It is in whether you live the values yourself
Mostly, you have to model the behaviours you want and you cannot demand things of people that you aren’t prepared to do yourself. If you are the leader of a business or team, it means that you have to be an exemplar of everything that business stands for. You can’t do things that seem hypocritical when compared with the things you say. That’s very dangerous.
The biggest danger is saying that you want one thing but inadvertently sending a message that says you really don’t. This is a communication phenomenon called meta-messaging. A meta-message is an unspoken, implied message that we unknowingly deliver when we are communicating. The meaning of the meta-message is so strong that it overwhelms your message and leads to people interpreting what you say very differently. Meta-messages can kill trust and openness in the workplace. The very worst of these other meta-messages are those around company values. If you put the values up on a poster on the wall but all of your behaviours are inconsistent with the values, then people will treat the organizational values with the contempt they deserve.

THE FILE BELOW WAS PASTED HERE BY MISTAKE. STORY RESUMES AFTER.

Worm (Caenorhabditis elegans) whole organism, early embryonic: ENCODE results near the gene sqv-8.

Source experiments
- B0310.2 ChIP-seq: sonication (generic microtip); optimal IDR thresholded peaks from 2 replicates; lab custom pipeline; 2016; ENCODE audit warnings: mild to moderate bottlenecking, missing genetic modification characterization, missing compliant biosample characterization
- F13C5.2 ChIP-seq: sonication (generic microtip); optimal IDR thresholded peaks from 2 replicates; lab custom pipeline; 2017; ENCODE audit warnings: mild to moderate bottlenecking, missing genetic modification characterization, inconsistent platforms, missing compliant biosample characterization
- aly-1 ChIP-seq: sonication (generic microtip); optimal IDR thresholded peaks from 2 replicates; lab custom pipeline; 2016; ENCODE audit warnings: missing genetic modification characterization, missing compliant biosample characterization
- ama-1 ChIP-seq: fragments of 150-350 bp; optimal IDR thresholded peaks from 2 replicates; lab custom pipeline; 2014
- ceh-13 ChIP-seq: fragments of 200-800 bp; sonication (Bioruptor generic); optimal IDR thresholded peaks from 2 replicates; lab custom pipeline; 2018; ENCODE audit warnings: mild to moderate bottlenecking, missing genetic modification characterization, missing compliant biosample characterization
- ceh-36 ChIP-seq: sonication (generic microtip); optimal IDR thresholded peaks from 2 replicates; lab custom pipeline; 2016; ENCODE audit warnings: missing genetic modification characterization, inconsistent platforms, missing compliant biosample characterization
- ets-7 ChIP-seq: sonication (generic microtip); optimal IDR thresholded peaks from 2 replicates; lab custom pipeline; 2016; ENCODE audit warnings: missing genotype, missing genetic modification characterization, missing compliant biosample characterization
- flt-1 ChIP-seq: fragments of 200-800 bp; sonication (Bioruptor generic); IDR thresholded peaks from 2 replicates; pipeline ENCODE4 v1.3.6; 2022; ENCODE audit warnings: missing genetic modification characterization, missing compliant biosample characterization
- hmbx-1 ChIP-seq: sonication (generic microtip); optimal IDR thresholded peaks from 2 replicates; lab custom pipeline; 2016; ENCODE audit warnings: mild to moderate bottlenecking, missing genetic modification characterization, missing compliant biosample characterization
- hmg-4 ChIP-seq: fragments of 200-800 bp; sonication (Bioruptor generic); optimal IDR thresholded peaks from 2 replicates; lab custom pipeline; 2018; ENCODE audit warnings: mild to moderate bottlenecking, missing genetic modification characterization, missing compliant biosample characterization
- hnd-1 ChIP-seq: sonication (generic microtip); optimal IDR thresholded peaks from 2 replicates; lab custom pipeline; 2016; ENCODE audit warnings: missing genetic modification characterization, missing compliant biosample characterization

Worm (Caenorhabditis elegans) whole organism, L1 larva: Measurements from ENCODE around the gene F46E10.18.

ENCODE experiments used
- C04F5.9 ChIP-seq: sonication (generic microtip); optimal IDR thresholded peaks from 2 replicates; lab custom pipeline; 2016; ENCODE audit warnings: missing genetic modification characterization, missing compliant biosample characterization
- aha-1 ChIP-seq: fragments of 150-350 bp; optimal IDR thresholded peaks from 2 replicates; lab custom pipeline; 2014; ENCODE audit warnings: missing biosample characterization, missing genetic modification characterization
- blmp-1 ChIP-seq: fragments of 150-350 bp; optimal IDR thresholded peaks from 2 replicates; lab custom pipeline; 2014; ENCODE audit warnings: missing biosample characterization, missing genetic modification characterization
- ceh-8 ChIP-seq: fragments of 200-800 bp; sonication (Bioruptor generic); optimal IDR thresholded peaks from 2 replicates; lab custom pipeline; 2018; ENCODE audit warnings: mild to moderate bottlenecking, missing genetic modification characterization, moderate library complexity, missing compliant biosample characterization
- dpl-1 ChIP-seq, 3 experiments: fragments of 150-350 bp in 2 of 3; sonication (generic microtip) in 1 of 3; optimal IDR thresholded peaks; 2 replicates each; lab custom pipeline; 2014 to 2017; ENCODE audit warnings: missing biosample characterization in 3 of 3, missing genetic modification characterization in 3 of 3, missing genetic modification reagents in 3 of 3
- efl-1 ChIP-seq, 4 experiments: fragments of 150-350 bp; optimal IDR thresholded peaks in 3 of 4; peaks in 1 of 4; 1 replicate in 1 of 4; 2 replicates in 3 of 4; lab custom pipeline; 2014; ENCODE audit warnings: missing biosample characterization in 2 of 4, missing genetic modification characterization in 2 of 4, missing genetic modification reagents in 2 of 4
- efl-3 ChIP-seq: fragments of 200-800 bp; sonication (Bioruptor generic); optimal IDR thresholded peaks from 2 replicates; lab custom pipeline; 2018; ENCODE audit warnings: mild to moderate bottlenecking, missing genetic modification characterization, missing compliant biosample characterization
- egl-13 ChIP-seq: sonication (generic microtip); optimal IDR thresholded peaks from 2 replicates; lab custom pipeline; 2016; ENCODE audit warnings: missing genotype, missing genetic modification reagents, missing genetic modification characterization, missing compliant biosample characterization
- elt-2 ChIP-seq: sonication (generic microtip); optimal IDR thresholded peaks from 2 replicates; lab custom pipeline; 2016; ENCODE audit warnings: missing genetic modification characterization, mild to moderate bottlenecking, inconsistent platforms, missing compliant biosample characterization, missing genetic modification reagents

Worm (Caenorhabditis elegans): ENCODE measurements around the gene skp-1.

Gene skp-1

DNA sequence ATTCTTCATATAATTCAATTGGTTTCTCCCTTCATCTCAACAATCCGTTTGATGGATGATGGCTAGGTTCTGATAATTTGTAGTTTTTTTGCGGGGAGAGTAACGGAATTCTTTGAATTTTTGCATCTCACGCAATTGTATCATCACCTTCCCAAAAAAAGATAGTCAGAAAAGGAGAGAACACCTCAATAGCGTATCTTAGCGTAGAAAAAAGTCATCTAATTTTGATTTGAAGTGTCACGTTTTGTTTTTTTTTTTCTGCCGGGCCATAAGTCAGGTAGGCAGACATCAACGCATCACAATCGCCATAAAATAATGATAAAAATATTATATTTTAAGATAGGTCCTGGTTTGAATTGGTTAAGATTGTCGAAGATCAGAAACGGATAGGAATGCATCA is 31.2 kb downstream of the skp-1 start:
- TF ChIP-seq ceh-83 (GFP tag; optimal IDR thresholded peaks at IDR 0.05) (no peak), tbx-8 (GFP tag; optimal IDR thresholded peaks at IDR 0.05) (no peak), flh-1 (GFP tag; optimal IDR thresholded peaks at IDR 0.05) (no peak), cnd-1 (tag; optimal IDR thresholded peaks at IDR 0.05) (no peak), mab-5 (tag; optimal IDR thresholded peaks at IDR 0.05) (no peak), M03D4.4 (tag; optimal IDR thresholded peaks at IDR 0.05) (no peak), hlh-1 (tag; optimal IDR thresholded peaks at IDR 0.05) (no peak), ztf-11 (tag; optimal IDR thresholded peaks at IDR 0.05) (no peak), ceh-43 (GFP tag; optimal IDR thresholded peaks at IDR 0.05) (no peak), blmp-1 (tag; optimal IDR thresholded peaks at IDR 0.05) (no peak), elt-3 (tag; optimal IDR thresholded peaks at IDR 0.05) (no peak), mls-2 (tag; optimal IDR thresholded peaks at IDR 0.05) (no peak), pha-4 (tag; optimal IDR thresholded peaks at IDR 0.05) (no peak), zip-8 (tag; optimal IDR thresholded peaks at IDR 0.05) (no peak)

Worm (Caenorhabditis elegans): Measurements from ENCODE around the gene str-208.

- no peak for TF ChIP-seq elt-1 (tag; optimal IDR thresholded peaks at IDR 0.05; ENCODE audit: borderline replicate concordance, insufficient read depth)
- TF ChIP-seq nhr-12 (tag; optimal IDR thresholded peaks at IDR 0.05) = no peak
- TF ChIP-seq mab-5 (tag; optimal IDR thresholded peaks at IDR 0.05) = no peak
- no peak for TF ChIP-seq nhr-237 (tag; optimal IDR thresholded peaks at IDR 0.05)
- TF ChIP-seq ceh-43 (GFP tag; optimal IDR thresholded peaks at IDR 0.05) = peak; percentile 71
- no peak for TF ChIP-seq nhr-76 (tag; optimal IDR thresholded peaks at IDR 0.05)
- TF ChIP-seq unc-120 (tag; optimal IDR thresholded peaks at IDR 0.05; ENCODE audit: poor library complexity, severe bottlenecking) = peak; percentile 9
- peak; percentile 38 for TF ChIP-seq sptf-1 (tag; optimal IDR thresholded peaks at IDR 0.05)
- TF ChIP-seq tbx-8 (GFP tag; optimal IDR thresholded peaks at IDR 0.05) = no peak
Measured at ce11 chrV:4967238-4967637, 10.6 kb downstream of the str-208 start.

Why go to the bother of putting values up if you have no intention in following them? It would be far better not to bother, because you would then at least not be creating dissonance – the ultimate thief of credibility.
I often advise leadership teams to be very specific about defining the behaviours that they need to deliver as a team in order to exemplify the values of the organization. This requires thinking about the behaviours that will send powerful signals into the organization, agreeing to abide by them, and holding each other to account when you don’t deliver on them.